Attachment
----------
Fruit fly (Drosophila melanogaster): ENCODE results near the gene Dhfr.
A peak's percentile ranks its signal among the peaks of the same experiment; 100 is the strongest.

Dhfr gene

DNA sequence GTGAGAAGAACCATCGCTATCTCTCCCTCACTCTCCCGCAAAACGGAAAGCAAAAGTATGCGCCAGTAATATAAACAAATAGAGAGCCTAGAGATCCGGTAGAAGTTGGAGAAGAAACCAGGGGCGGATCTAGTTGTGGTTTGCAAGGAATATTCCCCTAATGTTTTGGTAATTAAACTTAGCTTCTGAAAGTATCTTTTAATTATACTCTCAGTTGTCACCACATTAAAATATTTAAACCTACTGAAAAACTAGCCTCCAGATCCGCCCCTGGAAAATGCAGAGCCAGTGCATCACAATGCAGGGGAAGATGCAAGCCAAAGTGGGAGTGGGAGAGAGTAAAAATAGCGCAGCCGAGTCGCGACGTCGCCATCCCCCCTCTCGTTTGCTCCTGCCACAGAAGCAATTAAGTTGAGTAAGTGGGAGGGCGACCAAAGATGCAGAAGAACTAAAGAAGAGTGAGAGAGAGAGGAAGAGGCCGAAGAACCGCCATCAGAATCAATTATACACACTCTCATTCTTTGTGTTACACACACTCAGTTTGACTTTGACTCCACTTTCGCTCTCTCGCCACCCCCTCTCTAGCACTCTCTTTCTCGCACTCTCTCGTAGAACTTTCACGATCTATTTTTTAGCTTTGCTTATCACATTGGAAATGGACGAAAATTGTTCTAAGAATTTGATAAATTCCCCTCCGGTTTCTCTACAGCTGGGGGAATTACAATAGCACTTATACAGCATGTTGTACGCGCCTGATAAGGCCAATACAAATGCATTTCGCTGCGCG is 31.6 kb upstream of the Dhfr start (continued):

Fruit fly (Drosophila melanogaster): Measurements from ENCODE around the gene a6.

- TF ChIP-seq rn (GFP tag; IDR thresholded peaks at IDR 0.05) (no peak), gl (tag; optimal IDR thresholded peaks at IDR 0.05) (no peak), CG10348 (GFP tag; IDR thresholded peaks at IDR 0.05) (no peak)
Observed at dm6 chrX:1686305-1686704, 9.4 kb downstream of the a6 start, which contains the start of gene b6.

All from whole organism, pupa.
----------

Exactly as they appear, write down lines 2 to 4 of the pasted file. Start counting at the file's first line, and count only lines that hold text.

A peak's percentile ranks its signal among the peaks of the same experiment; 100 is the strongest.

Dhfr gene

DNA sequence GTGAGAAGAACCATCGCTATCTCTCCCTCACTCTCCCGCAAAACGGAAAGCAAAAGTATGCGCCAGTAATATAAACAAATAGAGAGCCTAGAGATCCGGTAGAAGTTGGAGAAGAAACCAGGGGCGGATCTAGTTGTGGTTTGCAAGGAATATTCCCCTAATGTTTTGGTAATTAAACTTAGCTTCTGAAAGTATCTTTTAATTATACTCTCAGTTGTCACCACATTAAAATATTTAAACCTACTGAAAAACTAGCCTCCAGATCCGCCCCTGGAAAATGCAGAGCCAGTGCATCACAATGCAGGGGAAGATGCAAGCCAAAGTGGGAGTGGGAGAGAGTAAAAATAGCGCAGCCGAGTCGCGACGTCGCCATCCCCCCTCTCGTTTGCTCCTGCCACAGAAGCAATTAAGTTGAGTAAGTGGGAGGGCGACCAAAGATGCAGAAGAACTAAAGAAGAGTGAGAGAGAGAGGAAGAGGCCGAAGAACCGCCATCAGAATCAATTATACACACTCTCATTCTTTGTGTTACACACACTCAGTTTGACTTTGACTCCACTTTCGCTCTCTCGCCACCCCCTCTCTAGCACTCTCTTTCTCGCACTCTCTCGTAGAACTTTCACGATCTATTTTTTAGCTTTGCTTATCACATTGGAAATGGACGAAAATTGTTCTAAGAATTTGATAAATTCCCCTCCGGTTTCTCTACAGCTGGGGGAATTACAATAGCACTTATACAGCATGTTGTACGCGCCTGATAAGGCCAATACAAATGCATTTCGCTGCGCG is 31.6 kb upstream of the Dhfr start (continued):